I was talking with someone who was stunned, happy and a little nervous that a competitor had recently raised private equity at nearly a $100 million pre-money valuation. It would be natural to try to value one’s own business based on the valuation of a competitor that was reported in the press.
Don’t believe the hype. Here is why: the valuation that private equity or venture investors use to determine their share of the equity of a company in an investment scenario is almost never the same valuation that they would have used in a liquidity scenario. Importantly, although headline-grabbing valuations are often reported to the press, the underlying terms of an investment are almost never reported.
First, lets clarify some terms:
- Investment scenario – current investors of the business largely remain invested and new capital is invested into the company.
- Liquidity scenario – current investors of the business sell their shares in the company.
- Pre-money value – the valuation of the company used to determine the ownership percentage of the new investors. For example, a $10m investment into a company with a $100m pre-money value would give the new investors a 9.1% ownership of the new company calculated as 10 / (100+10).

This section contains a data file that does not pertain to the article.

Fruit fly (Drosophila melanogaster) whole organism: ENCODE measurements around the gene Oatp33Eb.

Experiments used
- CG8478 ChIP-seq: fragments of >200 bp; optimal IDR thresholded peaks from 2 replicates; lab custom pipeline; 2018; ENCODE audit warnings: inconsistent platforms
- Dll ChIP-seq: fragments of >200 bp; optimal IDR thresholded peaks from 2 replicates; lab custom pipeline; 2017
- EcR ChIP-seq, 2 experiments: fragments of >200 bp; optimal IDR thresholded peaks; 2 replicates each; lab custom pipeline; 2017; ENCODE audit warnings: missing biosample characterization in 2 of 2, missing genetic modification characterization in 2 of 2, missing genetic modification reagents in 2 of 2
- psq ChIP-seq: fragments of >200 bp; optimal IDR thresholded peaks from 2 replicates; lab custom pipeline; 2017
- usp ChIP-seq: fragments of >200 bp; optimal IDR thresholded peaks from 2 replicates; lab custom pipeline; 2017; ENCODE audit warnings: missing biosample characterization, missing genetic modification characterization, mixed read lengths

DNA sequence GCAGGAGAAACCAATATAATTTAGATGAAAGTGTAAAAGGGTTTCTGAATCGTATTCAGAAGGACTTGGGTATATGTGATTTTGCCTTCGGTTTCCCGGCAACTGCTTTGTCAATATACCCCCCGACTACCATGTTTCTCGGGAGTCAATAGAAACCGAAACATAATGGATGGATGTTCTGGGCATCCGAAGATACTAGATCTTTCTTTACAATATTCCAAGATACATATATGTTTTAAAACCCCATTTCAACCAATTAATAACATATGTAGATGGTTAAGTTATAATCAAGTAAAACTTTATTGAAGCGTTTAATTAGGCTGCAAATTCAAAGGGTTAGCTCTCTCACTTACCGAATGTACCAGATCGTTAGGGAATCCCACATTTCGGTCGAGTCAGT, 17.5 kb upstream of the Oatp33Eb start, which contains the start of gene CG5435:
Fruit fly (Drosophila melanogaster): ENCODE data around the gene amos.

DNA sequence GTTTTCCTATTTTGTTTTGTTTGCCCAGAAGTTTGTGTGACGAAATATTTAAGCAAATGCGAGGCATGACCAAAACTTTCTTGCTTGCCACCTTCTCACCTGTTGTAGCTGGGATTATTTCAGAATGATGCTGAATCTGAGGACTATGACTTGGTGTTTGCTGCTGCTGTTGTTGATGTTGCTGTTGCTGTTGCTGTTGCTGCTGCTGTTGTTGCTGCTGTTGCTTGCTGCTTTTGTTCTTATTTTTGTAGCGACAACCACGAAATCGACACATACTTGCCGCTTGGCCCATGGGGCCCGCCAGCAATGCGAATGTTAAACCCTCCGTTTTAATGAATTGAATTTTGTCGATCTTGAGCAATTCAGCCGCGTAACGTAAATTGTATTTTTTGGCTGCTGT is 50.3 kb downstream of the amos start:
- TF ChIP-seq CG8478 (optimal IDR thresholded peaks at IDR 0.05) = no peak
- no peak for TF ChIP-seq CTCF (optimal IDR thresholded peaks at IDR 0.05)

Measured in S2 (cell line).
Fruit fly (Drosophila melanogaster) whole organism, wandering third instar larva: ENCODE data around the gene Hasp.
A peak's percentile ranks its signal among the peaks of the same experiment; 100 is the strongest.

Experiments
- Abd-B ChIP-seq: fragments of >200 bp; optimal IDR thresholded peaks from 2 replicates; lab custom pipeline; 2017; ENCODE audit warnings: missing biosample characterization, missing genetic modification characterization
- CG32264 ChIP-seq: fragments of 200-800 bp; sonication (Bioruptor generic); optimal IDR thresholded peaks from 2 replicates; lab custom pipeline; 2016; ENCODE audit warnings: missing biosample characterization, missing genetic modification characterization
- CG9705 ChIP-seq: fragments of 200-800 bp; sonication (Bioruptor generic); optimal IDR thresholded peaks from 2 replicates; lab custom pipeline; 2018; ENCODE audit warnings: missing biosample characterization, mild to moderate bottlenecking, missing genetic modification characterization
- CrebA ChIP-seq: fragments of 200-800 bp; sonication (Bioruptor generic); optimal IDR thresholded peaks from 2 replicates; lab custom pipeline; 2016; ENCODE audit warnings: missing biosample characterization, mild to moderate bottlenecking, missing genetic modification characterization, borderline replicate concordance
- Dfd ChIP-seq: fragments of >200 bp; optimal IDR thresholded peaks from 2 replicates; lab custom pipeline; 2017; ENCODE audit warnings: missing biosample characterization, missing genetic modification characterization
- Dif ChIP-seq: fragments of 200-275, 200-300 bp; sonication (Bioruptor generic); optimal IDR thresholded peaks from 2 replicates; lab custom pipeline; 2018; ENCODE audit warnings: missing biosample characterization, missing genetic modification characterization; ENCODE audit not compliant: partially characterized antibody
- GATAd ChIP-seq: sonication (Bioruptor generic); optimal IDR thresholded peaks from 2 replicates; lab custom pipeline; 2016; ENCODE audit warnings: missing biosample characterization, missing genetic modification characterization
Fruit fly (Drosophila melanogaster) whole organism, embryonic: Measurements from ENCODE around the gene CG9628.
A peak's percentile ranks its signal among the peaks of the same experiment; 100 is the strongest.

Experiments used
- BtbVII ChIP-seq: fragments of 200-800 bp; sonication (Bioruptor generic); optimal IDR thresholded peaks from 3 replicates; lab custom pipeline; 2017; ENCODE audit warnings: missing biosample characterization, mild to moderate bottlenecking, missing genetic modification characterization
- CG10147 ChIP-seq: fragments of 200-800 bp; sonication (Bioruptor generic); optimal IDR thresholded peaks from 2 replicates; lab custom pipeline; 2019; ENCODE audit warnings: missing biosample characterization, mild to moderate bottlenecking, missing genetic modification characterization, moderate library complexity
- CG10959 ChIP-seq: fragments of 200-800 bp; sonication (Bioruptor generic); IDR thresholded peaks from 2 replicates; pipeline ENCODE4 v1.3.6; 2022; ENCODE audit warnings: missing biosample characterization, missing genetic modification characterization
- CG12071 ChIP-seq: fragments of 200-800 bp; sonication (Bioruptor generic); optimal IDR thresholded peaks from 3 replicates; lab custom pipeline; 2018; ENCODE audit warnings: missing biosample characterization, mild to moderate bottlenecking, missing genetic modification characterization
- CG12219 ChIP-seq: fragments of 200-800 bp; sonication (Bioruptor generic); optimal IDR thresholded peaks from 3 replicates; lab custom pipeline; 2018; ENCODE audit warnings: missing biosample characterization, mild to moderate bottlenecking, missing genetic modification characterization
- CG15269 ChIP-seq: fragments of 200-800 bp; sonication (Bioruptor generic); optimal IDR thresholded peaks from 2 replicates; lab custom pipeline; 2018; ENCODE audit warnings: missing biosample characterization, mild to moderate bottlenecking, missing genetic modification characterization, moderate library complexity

Companies that raise outside capital have many incentives to raise capital at a headline-grabbing valuation including: enhancing their credibility among potential customers, partners and employees; pricing stock options for new employees at a less-dilutive value; and attempting to set a floor for any acquisition pricing discussions. Investors, on the other hand, are often happy to oblige the valuation desires of the management teams so long as they set the other key economic terms of the deal. There is an old saying among snarky investors: your price, my terms.
As an example, let’s assume that a company raises $10m from investors at a $100m valuation and that they are invested in that company for 3 years before it is sold. We will look at 5 different sale prices ranging from $20m to $200m and 3 different sets of terms (preferred stock, participating preferred stock and PIK participating preferred stock).
In scenario 1 above, by owning 9.1% of the company, the investors would receive $18m of the proceeds yielding a 22% return if the company was ultimately sold for $200m. However, in scenario 2, by changing the terms slightly to a participating preferred, the investors generate the same return by selling the company for only $100m. Scenario 3 demonstrates that PIK participating preferred stock enables the investors to yield the same result with only a $75m ultimate sale value. Note that in each scenario, as the investors do better, the management team does worse.
Investors are fully aware that the pre-money valuations of companies that they invest in are often greater than the true market value of those businesses. However, they make their returns with the terms of the deal. Just don’t believe the headline-grabbing valuation is an independent market valuation of those businesses.
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